We will build housing and neighborhoods that address the needs of citizens at all stages of their lives. Oklahoma City’s citizens and their households have characteristics such as family size, income, age, and tastes that require diverse housing choices. In the past, the majority of new housing development has been single-family, detached, and owner-occupied on relatively large lots. We have also tended to separate housing by type and cost, encouraged by our zoning and subdivision ordinances. However, the private market and resident needs are moving toward greater diversification – different designs, densities, and prices, connected together into neighborhoods. Most housing is built privately, and builders, who respond to markets, cannot be forced to build certain kinds of products. City decisions should encourage both diversity and integration of housing types to the maximum degree possible. Implementing the LUTA concept will help remove statutory obstacles to projects that include diverse housing types and relate them to each other. Updated subdivision regulations will also require the street, pedestrian, and bicycle connectivity, common space, and housing variety needed to turn “pods” into communities.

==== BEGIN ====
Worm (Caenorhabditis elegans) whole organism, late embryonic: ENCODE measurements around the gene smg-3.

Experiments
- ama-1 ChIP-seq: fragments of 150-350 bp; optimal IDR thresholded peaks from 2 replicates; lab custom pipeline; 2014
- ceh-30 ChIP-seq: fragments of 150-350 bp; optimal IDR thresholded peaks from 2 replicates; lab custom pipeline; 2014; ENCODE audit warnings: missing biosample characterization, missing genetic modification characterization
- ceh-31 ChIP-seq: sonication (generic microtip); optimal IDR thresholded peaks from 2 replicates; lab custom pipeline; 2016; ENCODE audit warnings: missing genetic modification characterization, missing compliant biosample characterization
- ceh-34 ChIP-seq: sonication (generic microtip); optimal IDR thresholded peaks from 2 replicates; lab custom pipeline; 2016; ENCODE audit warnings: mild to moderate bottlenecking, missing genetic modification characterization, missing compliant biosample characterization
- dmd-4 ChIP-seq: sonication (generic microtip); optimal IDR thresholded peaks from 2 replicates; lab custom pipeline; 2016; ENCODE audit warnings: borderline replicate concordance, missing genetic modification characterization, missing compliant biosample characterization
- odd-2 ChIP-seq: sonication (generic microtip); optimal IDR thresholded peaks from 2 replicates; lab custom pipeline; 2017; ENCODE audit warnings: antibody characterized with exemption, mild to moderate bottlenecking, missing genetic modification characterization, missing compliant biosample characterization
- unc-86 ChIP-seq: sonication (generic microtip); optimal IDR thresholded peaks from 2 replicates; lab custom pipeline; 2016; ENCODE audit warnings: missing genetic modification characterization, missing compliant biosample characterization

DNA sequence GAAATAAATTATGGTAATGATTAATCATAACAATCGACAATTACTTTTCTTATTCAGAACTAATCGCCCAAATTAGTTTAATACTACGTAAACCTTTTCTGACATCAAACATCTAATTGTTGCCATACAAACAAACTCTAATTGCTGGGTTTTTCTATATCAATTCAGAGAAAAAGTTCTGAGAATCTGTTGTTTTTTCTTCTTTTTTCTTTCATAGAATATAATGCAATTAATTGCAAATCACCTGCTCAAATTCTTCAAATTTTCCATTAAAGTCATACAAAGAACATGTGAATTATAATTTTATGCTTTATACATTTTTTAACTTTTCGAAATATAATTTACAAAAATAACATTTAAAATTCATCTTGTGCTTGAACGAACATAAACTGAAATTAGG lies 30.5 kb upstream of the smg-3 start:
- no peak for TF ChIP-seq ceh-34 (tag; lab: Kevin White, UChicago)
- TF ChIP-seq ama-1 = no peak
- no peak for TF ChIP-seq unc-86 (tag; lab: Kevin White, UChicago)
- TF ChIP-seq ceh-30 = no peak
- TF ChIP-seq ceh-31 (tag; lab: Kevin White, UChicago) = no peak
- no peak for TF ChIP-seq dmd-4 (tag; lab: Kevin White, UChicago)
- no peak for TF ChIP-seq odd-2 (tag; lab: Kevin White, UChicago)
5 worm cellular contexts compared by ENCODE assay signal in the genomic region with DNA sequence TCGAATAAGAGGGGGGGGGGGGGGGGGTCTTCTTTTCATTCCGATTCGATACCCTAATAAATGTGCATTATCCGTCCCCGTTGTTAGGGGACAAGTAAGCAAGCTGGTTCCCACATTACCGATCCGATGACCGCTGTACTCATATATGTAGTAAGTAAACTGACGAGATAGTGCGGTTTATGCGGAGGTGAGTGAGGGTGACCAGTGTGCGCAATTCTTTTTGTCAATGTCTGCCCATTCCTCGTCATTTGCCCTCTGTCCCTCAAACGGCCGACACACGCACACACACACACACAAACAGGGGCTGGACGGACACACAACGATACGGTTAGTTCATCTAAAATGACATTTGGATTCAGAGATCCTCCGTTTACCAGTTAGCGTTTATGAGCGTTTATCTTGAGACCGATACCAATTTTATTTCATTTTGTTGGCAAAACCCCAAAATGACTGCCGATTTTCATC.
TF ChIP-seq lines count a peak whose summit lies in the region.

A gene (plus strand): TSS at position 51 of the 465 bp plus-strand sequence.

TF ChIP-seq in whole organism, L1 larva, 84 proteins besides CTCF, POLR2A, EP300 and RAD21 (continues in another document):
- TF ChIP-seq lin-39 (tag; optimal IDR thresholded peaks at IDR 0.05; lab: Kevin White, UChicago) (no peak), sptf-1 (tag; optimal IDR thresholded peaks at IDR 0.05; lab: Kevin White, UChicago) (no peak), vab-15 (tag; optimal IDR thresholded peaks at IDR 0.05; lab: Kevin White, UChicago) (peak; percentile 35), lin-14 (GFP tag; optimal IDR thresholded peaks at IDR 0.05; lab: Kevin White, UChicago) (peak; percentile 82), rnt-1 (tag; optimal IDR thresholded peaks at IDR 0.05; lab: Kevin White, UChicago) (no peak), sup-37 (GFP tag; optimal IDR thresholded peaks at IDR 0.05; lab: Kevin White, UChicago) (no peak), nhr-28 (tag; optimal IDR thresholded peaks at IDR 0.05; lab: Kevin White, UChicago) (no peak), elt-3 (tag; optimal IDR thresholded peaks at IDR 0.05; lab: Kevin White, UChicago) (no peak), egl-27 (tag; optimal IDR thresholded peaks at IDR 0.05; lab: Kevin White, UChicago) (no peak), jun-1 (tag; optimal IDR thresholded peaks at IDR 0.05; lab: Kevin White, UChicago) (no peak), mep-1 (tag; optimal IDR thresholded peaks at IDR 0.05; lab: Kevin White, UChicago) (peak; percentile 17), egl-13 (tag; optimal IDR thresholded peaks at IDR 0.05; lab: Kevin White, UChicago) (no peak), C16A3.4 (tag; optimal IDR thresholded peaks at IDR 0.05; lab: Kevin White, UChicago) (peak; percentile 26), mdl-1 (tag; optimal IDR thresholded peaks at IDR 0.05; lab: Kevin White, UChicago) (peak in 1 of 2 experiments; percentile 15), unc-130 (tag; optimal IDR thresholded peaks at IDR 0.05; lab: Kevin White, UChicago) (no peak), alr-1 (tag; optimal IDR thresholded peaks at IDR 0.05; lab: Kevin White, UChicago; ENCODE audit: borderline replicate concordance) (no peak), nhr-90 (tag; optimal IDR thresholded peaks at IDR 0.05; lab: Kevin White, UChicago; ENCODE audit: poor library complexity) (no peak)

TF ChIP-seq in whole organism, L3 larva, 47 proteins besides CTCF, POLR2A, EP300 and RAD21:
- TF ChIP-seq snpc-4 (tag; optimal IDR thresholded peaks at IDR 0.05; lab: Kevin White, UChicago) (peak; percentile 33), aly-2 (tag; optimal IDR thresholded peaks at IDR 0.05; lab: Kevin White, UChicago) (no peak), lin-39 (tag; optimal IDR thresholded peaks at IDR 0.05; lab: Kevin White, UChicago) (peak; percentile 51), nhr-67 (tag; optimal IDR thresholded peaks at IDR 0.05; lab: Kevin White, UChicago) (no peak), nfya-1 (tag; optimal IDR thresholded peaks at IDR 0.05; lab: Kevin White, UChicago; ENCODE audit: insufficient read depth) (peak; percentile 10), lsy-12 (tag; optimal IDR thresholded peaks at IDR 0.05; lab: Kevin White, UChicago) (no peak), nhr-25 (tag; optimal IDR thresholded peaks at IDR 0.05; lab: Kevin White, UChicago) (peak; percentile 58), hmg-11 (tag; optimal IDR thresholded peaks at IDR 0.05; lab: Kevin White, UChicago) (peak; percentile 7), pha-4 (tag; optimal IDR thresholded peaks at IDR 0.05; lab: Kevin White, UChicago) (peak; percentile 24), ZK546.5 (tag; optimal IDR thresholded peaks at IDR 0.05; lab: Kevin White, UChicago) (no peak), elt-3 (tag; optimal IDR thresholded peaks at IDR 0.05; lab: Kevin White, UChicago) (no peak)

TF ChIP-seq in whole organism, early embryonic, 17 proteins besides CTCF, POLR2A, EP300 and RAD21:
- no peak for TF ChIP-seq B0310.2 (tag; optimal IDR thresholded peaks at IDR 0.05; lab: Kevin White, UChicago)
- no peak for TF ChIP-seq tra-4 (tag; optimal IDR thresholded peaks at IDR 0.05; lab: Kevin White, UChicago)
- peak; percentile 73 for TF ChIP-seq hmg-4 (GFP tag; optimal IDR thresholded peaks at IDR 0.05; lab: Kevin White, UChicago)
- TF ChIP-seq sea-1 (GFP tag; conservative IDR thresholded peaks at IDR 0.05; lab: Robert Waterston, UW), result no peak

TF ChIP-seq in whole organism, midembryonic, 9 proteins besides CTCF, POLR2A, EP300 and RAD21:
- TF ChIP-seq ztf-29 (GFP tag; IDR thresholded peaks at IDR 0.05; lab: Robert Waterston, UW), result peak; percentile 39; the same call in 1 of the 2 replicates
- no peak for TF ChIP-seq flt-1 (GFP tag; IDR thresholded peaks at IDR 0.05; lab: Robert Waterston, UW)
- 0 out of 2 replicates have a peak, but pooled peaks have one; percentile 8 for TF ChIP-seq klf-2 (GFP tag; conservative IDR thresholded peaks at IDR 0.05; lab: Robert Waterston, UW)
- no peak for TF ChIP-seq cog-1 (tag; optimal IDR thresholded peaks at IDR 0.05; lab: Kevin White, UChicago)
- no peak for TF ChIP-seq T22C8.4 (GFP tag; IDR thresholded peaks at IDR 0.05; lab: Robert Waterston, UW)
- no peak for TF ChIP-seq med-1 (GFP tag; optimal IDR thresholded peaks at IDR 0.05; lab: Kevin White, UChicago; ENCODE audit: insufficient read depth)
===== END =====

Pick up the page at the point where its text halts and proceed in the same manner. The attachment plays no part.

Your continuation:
Design standards can establish a baseline for quality development that respects the needs for both privacy and civic life, and incentives should reward builders and developers who innovate to build diverse, active communities.